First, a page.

9th grade & up. Thriller. Set in the desert of West Texas, this compelling zombie western focuses on Willie, a 17-year-old girl who has been protecting her siblings since an epidemic infected people turning them into shakes that attack living people and leave destruction in their wake. Willie’s family is surviving until her layabout father robs one of the most feared shake-hunters. Finding herself responsible for her father’s folly, Willie finds herself in the company of not one, but two shake-hunters, including the devilishly handsome Ben as they make a dangerous journey across the unforgiving desert. The descriptive, exquisite writing, especially about the desert and the dystopian world in which Willie and her family live, is vividly compelling. The characters and their relationships are complex, their motivations complicated, and their world both fascinating and horrifying. This book is a must read for zombie and family drama lovers alike!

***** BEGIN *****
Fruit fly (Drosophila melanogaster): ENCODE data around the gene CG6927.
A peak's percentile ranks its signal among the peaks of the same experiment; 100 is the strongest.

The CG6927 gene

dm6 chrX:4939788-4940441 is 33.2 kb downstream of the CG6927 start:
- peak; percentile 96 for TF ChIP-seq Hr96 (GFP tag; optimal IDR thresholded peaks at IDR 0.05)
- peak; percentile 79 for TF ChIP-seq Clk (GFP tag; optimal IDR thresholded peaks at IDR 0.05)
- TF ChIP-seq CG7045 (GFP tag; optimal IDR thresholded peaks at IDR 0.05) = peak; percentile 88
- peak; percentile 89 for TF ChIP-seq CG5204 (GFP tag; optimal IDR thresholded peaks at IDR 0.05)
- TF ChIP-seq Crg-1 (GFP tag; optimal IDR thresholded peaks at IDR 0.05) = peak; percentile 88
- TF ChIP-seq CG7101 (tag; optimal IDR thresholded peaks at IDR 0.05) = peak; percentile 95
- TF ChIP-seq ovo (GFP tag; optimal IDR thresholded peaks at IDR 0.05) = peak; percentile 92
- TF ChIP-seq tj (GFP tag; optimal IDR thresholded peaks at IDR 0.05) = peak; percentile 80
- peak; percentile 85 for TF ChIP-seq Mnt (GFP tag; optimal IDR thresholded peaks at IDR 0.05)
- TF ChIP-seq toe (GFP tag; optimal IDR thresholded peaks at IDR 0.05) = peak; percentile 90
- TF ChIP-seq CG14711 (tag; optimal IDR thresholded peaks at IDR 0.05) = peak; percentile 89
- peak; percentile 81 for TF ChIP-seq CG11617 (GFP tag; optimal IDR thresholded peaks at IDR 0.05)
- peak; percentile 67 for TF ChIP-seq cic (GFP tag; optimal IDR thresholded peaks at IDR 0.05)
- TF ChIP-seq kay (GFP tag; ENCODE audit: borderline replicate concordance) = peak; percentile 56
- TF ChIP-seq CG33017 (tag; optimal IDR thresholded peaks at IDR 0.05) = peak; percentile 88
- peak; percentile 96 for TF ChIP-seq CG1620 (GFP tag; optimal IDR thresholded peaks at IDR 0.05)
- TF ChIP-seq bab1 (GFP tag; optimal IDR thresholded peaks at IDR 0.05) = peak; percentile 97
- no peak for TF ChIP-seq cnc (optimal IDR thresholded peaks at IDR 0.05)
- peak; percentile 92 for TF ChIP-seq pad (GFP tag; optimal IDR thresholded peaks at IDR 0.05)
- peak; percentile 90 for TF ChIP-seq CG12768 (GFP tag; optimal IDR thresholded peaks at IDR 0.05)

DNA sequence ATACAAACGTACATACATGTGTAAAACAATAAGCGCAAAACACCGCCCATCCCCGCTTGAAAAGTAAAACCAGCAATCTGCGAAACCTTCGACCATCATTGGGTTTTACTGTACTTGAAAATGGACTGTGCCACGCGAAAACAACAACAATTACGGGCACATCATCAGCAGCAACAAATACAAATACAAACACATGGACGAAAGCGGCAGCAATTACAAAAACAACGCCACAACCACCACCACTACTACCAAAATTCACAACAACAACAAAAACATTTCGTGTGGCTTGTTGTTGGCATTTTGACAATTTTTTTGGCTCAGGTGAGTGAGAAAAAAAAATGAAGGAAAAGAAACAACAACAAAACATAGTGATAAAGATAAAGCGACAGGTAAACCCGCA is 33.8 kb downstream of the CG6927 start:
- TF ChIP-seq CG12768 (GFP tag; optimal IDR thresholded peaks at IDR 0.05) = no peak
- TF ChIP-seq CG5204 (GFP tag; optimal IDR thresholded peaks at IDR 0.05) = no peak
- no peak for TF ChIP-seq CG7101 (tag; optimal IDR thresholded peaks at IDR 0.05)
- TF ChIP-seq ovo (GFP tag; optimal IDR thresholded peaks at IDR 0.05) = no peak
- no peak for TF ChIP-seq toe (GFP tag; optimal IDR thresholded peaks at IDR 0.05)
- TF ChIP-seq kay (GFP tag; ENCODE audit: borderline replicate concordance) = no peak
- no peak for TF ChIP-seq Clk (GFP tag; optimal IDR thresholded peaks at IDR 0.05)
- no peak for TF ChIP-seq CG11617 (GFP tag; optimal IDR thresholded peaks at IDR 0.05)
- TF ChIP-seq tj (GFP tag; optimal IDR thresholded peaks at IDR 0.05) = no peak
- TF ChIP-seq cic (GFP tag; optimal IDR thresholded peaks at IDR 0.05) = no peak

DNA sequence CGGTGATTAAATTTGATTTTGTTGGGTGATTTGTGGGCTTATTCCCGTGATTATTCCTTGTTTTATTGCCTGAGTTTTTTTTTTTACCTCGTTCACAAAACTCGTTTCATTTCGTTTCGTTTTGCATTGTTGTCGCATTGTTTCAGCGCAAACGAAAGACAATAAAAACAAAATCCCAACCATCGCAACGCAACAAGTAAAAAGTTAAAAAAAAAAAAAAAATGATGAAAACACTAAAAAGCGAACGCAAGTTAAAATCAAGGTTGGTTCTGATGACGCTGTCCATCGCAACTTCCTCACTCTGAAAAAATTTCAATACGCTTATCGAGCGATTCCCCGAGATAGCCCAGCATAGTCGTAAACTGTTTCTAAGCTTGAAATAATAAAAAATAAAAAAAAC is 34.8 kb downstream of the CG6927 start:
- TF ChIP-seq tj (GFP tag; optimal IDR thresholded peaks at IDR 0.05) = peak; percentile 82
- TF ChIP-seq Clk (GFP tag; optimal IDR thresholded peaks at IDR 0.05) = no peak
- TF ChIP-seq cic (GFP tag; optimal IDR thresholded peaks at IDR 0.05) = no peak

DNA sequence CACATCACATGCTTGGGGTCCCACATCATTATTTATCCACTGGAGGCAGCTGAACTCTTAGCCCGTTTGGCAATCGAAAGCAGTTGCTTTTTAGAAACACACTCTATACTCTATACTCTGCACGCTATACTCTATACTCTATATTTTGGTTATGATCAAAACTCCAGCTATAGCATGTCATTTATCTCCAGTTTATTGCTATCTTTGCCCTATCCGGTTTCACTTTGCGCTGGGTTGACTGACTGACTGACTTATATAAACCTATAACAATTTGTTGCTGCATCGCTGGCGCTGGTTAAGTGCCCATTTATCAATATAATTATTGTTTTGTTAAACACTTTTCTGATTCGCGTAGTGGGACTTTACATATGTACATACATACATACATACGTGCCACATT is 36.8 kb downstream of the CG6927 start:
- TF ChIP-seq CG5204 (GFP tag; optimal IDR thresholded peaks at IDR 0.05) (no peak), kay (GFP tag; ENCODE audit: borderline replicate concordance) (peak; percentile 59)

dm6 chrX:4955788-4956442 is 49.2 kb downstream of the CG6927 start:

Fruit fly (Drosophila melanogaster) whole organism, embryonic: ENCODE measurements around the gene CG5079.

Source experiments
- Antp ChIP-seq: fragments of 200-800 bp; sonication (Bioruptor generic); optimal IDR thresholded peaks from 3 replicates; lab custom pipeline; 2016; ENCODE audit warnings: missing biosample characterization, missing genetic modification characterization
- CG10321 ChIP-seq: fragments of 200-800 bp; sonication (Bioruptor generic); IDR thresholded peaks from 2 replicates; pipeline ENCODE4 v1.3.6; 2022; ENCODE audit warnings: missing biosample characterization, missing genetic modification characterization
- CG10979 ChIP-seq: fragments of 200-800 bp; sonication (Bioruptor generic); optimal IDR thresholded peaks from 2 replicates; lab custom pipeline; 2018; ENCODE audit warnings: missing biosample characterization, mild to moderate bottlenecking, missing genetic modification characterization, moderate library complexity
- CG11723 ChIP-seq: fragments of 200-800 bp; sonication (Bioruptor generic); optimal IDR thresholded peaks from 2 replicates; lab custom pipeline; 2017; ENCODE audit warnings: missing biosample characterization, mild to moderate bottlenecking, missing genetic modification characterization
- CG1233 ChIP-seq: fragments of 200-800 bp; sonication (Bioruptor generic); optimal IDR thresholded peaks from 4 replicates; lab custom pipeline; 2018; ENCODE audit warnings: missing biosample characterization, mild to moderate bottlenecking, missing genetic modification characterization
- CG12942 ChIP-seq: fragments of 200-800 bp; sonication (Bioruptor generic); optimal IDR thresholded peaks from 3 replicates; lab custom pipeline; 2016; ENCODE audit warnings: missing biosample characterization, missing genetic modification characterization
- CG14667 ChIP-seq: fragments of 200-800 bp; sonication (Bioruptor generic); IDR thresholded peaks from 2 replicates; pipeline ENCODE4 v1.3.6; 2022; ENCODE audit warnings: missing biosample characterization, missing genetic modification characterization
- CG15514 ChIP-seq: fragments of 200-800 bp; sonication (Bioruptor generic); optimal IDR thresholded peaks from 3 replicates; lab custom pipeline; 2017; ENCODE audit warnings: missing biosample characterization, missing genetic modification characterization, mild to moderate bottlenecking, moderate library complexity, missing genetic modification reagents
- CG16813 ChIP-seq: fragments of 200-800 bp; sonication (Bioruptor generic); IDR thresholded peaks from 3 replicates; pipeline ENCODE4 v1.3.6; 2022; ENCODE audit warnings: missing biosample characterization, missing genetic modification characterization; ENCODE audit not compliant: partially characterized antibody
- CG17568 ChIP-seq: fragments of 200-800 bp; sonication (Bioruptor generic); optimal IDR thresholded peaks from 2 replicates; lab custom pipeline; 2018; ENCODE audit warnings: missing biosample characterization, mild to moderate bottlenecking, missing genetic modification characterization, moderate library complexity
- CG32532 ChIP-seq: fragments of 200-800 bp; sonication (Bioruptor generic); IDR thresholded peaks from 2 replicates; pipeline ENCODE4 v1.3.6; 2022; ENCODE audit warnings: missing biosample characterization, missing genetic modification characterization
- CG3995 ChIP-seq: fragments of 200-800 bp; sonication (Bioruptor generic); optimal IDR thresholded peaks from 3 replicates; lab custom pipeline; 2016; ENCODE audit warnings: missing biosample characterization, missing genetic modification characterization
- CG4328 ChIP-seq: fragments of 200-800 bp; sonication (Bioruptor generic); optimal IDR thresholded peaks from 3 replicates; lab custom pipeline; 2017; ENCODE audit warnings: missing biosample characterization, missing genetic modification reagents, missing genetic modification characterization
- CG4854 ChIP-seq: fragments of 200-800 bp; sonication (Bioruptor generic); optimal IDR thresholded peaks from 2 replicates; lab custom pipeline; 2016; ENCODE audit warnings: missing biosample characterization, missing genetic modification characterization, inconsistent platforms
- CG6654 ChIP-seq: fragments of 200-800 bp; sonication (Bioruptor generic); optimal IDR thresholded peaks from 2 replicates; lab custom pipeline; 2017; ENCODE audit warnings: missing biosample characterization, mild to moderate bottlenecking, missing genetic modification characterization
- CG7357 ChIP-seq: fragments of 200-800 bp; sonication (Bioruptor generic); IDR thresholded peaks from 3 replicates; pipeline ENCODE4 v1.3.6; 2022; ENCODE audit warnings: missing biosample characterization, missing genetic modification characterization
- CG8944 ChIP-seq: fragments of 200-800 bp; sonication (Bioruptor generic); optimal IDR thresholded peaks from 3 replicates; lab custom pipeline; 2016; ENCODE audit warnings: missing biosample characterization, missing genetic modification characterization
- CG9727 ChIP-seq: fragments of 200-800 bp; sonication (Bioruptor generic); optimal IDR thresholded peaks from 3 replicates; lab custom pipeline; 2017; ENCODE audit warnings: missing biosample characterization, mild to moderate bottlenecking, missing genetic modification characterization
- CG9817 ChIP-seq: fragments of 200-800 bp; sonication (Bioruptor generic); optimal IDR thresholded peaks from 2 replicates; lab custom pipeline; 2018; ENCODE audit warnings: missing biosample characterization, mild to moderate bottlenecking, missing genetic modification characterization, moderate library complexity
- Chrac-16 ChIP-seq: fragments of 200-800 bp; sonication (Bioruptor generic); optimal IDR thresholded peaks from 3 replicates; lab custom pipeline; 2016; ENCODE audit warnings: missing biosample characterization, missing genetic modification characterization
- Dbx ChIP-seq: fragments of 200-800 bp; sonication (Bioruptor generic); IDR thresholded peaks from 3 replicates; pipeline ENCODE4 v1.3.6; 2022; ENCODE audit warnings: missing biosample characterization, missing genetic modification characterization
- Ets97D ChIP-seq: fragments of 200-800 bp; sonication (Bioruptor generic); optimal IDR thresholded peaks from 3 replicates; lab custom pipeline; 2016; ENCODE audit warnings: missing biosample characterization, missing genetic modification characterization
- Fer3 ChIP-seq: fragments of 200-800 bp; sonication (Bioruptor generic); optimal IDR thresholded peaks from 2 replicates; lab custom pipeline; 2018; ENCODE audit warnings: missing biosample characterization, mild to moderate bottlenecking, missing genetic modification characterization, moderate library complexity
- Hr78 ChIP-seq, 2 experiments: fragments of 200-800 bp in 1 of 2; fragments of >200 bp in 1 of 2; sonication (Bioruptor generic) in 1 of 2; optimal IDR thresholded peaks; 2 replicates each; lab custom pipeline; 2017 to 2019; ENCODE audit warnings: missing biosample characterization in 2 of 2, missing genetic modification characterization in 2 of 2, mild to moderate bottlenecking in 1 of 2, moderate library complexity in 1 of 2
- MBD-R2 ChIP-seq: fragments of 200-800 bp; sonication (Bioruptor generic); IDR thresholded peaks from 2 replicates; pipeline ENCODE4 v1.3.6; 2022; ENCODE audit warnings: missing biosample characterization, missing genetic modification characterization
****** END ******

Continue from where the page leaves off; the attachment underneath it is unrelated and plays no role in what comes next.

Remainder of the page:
7th grade & up. Realistic Fiction. Mei Lu is a 17-year-old college freshman at MIT, and her parents have strict plans for her: become a doctor and marry a Taiwanese man of their choosing. Unfortunately, Mei is increasingly crippled by germaphobia, she has fallen for someone her parents would never approve of and she has a passion for dancing. She has been putting on a flawless act for her overbearing parents, but when she reconnects with her estranged older brother Xing, the show may be over. What happens when you can’t stay on the path that has been chosen for you? As Mei becomes more confident in her strengths and abilities, her relationships with her father and mother change in heartbreakingly authentic ways. Mei’s dynamic, droll voice draws readers into this charming and hilarious #OwnVoices story with themes of filial piety and personal growth.
Lovely, Dark, And Deep